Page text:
Thirty-one percent of likely Mitt Romney voters in New York plan to vote for Democratic Sen. Kirsten Gillibrand in the race for U.S. Senate, according to a Marist poll released this evening.
Gillibrand led Republican challenger Wendy Long by 44 percentage points, 68 percent to 24 percent, in a survey of 565 likely voters between Oct. 18 and Oct. 21 by the Marist College Institute of Public Opinion in conjunction with NY1 and YNN. Respondents included likely voters who were leaning toward a candidate but were still undecided.
President Barack Obama led Romney 61 percent to 35 percent. The margin of error was plus or minus 4.1 percentage points.
Only 5 percent of likely Obama voters planned to vote for Long.
Obama and Gillibrand are expected to win big in the Empire State on Nov. 6, but it appears the state’s freshman senator is in a position to run up her numbers as she seeks her first full six-year term.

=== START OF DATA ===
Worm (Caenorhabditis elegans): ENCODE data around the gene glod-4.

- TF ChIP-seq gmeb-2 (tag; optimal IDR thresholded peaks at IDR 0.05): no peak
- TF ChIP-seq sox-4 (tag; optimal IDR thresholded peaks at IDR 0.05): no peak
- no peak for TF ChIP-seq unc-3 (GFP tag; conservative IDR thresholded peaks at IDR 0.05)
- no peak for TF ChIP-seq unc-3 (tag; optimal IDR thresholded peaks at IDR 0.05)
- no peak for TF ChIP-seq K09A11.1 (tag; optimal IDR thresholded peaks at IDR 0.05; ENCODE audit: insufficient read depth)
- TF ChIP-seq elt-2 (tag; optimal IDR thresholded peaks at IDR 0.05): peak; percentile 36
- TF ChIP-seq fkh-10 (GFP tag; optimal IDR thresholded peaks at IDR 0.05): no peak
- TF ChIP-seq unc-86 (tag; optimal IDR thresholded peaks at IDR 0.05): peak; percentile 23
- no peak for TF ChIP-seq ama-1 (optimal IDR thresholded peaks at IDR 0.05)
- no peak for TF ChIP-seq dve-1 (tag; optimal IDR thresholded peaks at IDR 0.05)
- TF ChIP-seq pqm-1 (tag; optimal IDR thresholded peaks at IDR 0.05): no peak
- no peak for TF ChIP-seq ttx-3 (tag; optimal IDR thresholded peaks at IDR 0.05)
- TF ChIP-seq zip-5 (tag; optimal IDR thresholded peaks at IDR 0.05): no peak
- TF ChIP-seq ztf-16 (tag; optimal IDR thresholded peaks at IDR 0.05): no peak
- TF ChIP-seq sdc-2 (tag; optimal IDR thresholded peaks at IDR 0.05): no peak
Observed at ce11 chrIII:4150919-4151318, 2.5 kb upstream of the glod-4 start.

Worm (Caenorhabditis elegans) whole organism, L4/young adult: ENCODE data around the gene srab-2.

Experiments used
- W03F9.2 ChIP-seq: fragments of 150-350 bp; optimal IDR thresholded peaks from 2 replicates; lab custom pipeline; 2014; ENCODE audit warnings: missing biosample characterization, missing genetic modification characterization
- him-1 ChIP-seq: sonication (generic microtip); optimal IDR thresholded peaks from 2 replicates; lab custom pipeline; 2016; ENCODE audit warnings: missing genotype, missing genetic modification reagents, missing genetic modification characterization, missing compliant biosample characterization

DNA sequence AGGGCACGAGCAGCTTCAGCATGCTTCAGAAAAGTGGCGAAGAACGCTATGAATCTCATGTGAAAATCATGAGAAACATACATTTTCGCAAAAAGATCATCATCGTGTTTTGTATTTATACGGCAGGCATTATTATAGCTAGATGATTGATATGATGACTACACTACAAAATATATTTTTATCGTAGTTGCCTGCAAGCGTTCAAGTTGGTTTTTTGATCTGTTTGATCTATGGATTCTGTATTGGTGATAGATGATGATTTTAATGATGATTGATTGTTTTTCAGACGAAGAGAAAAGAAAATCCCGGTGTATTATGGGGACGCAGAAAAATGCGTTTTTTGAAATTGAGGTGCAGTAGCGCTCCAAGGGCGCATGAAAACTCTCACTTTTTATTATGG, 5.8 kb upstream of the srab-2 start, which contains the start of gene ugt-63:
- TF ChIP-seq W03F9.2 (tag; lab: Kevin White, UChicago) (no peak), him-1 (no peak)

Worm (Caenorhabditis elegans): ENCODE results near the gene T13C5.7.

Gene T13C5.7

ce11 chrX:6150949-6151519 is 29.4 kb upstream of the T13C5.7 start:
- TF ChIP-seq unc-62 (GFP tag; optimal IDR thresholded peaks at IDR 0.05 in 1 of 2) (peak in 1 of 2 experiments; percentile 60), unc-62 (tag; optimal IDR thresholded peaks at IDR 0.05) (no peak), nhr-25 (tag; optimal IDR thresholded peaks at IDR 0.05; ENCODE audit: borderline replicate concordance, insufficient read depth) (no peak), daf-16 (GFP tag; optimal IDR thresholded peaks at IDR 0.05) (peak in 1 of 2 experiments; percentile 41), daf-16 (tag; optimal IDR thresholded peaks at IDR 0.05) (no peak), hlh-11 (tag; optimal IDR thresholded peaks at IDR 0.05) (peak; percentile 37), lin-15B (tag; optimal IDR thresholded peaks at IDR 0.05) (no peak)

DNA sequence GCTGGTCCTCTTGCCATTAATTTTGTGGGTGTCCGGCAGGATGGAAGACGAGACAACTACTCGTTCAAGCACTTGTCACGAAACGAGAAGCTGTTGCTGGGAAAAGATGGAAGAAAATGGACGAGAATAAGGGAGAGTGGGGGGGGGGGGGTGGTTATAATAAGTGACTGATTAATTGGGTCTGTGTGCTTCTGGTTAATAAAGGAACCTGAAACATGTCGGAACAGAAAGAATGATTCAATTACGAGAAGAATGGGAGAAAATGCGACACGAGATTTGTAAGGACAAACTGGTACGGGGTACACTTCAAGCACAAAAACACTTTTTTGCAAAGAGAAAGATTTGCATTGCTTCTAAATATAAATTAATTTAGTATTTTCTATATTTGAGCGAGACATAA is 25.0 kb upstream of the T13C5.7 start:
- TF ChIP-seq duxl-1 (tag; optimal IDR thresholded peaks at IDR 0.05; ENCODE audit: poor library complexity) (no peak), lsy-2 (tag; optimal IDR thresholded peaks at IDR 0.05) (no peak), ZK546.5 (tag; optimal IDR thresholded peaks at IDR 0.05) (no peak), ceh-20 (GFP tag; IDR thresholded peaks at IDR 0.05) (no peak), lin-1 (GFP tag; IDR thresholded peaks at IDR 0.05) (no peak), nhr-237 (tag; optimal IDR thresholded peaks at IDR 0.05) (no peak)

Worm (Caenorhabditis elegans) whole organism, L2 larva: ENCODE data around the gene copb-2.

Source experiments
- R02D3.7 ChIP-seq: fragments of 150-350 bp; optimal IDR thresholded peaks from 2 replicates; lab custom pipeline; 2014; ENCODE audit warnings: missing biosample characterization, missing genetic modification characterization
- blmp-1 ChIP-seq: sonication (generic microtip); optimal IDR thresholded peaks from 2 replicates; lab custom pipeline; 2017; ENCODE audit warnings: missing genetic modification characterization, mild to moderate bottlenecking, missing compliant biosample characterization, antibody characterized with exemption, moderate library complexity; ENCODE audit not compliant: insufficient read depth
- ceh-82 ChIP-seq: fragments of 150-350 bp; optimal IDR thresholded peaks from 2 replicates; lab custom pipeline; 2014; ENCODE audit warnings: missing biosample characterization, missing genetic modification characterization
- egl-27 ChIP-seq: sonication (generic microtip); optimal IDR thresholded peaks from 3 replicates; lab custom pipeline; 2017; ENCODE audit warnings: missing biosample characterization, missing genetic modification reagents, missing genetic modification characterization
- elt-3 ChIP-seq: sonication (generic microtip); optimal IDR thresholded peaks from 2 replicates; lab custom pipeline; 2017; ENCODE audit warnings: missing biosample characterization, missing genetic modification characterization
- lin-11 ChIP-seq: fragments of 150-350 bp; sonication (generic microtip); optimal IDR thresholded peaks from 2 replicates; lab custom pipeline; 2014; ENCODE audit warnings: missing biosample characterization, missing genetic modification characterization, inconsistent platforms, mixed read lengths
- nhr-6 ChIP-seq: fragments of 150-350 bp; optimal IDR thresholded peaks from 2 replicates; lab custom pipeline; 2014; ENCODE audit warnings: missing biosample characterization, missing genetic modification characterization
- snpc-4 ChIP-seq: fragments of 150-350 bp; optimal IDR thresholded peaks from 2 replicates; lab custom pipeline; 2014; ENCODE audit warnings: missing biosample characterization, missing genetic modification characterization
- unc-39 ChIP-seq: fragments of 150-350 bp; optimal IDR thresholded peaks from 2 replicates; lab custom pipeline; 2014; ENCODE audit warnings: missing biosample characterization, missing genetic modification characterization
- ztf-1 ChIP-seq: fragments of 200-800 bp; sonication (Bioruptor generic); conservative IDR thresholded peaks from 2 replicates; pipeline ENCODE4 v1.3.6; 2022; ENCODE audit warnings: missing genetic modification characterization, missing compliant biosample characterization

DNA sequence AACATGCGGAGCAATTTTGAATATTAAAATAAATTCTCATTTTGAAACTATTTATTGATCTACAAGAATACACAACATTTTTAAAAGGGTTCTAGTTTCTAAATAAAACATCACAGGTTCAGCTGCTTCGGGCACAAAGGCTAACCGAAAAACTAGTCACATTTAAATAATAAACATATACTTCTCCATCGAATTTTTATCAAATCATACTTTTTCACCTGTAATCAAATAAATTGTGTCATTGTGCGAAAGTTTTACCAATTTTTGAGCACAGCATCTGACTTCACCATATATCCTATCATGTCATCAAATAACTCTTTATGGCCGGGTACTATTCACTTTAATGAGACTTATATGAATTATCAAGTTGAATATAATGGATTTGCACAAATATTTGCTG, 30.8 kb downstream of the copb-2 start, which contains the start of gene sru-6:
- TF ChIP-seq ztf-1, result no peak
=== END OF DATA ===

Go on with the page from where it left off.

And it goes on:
Gillibrand took 63 percent of the vote in 2010 against former Republican Rep. Joe DioGuardi to win election to the remaining two years of Secretary of State Hillary Rodham Clinton’s Senate term.
Gillibrand, a former House member from the Albany area, has served in the Senate since January 2009 when she was appointed by former Gov. David Patterson to fill the vacant seat.
This year, Gillibrand has run up her name recognition with statewide TV ads. The ads offer positive messages on manufacturing, Gillibrand’s efforts to bring more transparency to Congress and her work with first-responders on legislation to make health benefits available to more people involved in recovery and cleanup efforts at Ground Zero.
Marist polling director Lee Miringoff said Long has had “no real presence’’ around the state. Meanwhile, Gillibrand’s campaign has been boosted by the presidential election.
The Marist poll found Gillibrand’s favorability rating at 55 percent among registered voters — the same level as the state’s senior senator, Democrat Chuck Schumer.
Gov. Andrew Cuomo topped both senators with a favorability rating of 59 percent, but Obama topped them all with a 63 percent favorability rating.